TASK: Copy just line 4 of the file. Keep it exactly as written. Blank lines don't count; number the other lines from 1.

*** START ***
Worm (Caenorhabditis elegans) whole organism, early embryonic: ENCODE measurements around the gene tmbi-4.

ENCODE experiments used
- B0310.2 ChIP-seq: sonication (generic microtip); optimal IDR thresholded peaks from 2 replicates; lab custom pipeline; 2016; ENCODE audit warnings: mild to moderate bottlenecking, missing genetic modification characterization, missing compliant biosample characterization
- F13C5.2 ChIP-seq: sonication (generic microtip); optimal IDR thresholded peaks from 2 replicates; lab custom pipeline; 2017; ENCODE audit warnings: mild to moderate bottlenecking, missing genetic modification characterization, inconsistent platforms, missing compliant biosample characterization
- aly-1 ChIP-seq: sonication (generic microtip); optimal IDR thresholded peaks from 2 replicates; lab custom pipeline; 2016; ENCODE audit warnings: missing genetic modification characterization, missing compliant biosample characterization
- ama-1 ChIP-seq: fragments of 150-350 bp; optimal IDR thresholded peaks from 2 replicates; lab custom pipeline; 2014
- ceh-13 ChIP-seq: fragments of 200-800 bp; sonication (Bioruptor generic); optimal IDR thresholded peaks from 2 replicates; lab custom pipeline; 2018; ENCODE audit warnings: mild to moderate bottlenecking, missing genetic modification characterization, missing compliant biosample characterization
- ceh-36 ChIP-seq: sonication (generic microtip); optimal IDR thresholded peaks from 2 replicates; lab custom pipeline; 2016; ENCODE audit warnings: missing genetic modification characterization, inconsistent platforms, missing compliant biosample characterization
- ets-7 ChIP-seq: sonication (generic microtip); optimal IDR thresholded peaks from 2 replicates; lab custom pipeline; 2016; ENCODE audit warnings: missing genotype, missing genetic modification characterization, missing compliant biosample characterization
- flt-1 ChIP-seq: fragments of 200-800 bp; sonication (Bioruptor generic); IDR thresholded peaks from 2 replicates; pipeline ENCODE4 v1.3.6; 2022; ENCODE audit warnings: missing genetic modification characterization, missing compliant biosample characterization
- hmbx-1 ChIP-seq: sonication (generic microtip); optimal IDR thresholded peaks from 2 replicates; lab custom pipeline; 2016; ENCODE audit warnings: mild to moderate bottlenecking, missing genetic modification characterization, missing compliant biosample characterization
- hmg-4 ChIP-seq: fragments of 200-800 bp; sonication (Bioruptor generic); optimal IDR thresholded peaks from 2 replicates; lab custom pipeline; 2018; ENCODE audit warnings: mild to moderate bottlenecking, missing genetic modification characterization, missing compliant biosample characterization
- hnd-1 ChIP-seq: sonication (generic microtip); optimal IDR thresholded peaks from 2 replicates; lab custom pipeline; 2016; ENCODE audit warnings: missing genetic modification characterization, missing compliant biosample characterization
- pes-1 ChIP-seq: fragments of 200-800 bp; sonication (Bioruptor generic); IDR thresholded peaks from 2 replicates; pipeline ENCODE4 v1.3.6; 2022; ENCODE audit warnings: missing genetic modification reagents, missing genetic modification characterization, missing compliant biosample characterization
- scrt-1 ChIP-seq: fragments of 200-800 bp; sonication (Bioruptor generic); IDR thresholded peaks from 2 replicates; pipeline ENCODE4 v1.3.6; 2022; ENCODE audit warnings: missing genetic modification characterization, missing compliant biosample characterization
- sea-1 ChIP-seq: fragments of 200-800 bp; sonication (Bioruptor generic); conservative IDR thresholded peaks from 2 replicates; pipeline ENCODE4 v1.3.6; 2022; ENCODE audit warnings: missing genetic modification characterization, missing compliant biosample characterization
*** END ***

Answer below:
- F13C5.2 ChIP-seq: sonication (generic microtip); optimal IDR thresholded peaks from 2 replicates; lab custom pipeline; 2017; ENCODE audit warnings: mild to moderate bottlenecking, missing genetic modification characterization, inconsistent platforms, missing compliant biosample characterization